Cuban musicians visit Georgetown for joint performance

Cuban musicians visit Georgetown for joint performance

By:
04/26/2017

Eight Cuban musicians performed alongside the Georgetown University Orchestra and Concert Choir in Gaston Hall. The concert was the culmination of the Music for Cuba exchange program, created by music director Angel Gil-Ordóñez this year, which sent twelve members of the Georgetown orchestra to Havana, Cuba, for a week in March.

The concert, held on April 22,  was free and open to the public. It featured Cuban conductor José Antonio Méndez Padrón, from the Cuban conservatory Lyceum Mozartiano de La Habana, as well as conducting by Gil-Ordóñez and professor Frederick Binkholder, the choir’s director.  The combined orchestra and choir played Beethoven’s Symphony No. 4, which the Georgetown orchestra performed on their last night in Cuba.

Launched as part of the new Latin American Initiative at Georgetown, the Music for Cuba program aims to promote cultural understanding between Cuba and the United States in the wake of the countries’ recent shift in diplomatic relations.

“I thought, what an extraordinary opportunity to bring young musicians together,” said Gil-Ordóñez, who began developing the project after the lift of the Cuban embargo. “And what better means than an orchestra, in which you don’t even need language. What a phenomenal way to go beyond the stereotypes, lack of knowledge about each other.”

The Cuban musicians and two accompanying staff members spent eight days in Georgetown, engaging in both cultural activities and orchestra rehearsals. They took tours of Washington, attended Georgetown classes, and met with faculty. All attend the Lyceum Mozartiano de La Habana, located in the country’s capital, and intend to pursue music professionally.

Gil-Ordóñez noted that this contrasts with the Georgetown orchestra members, none of whom are music majors. In his view, this will both musically challenge the Georgetown students and encourage an exchange of ideas with the Cuban orchestra that goes beyond just concert pieces.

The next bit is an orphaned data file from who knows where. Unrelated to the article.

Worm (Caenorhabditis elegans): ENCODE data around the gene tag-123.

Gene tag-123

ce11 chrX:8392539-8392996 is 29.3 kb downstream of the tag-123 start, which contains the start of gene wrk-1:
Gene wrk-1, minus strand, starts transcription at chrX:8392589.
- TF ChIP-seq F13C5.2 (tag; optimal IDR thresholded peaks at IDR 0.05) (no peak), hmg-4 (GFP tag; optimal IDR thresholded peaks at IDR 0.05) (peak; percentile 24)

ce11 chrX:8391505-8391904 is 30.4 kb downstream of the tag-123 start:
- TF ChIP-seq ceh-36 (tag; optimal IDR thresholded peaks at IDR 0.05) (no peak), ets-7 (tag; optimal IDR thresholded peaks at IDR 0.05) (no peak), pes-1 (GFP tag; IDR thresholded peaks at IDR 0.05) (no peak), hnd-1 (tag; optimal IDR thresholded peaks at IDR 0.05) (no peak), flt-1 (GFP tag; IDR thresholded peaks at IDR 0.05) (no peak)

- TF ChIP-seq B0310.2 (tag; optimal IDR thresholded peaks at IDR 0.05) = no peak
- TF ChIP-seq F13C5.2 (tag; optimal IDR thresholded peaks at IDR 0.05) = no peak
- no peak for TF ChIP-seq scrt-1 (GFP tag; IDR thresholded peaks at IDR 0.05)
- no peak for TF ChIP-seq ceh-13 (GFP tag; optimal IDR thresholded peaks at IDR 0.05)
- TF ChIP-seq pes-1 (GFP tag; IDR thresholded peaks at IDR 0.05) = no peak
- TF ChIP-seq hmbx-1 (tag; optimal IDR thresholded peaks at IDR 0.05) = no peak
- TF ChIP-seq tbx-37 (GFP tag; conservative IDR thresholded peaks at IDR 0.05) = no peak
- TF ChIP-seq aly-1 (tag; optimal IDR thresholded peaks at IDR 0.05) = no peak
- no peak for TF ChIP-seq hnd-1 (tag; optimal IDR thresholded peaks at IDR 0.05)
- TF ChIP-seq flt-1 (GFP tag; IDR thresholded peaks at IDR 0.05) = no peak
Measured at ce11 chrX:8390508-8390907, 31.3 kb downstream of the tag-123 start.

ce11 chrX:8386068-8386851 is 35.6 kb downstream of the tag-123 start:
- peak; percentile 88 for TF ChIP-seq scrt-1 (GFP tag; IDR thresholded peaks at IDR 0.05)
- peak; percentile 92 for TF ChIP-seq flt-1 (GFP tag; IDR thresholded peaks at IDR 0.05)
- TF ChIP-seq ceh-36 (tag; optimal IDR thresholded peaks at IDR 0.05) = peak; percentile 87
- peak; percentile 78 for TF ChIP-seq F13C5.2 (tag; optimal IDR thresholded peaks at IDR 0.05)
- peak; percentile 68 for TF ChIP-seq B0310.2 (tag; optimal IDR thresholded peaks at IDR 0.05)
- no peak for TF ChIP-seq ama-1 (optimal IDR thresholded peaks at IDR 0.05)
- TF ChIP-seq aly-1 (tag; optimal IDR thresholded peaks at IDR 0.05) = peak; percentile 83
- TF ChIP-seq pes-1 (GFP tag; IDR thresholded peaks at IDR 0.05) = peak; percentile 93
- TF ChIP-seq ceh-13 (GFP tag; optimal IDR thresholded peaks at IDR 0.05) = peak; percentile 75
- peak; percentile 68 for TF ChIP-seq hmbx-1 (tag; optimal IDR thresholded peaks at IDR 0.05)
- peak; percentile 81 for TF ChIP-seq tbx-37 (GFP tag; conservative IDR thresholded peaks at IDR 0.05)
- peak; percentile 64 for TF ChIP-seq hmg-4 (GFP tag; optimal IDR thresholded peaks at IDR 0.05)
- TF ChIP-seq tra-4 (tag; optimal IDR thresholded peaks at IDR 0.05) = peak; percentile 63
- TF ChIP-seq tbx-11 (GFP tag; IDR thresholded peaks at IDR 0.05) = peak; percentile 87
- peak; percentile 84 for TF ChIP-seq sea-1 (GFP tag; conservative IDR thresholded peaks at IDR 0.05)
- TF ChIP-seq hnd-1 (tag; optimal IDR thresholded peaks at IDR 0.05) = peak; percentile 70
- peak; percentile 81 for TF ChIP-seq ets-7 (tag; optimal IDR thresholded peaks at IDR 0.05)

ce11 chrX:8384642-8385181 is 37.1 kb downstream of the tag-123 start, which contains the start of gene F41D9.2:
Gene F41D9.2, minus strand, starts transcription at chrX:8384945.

Claire Abijay (COL ’19), one of of the students who traveled to Havana last month, wrote in an email to the Voice that the Cuban orchestra was inspiring. “Having [them]playing alongside us really pushed the orchestra as a whole to give our best performance,” she wrote.

These sentiments were echoed by Tony Martínez, who works for a nonprofit that promotes Hispanic art and culture and helped to facilitate the program. “Music is capable of communicating things very hard to express in other languages,” he wrote to the Voice. “The things we have in common are more than the things that divide us.

This is the first year of the Music for Cuba project, which Gil-Ordóñez plans to continue annually with the assistance of Ulises Hernándes Morgadanes, the founder and director of the Lyceum Motzartiano de La Habana. Hernándes Morgadanes said the visit and concert far exceeded his expectations, and noted the importance of music in connecting people and communities despite difference.

Image Credits: Generacion Asere

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Katya Schwenk


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